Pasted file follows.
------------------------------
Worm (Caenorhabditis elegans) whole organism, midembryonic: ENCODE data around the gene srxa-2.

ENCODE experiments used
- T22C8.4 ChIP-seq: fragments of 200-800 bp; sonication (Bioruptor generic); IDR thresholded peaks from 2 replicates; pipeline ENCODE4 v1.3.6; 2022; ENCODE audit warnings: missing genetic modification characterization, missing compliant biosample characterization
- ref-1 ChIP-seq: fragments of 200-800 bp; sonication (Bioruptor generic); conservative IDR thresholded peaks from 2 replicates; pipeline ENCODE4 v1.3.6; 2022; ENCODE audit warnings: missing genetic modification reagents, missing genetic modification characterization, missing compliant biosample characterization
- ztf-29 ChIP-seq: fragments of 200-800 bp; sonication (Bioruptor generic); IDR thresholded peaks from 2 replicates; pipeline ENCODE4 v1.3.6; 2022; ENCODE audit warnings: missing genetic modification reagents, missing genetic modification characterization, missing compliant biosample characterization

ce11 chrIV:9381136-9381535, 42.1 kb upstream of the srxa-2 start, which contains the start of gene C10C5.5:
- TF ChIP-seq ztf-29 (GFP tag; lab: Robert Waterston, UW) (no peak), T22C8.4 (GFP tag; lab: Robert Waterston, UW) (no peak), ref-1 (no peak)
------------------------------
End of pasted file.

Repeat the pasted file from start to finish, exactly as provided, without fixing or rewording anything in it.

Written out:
Worm (Caenorhabditis elegans) whole organism, midembryonic: ENCODE data around the gene srxa-2.

ENCODE experiments used
- T22C8.4 ChIP-seq: fragments of 200-800 bp; sonication (Bioruptor generic); IDR thresholded peaks from 2 replicates; pipeline ENCODE4 v1.3.6; 2022; ENCODE audit warnings: missing genetic modification characterization, missing compliant biosample characterization
- ref-1 ChIP-seq: fragments of 200-800 bp; sonication (Bioruptor generic); conservative IDR thresholded peaks from 2 replicates; pipeline ENCODE4 v1.3.6; 2022; ENCODE audit warnings: missing genetic modification reagents, missing genetic modification characterization, missing compliant biosample characterization
- ztf-29 ChIP-seq: fragments of 200-800 bp; sonication (Bioruptor generic); IDR thresholded peaks from 2 replicates; pipeline ENCODE4 v1.3.6; 2022; ENCODE audit warnings: missing genetic modification reagents, missing genetic modification characterization, missing compliant biosample characterization

ce11 chrIV:9381136-9381535, 42.1 kb upstream of the srxa-2 start, which contains the start of gene C10C5.5:
- TF ChIP-seq ztf-29 (GFP tag; lab: Robert Waterston, UW) (no peak), T22C8.4 (GFP tag; lab: Robert Waterston, UW) (no peak), ref-1 (no peak)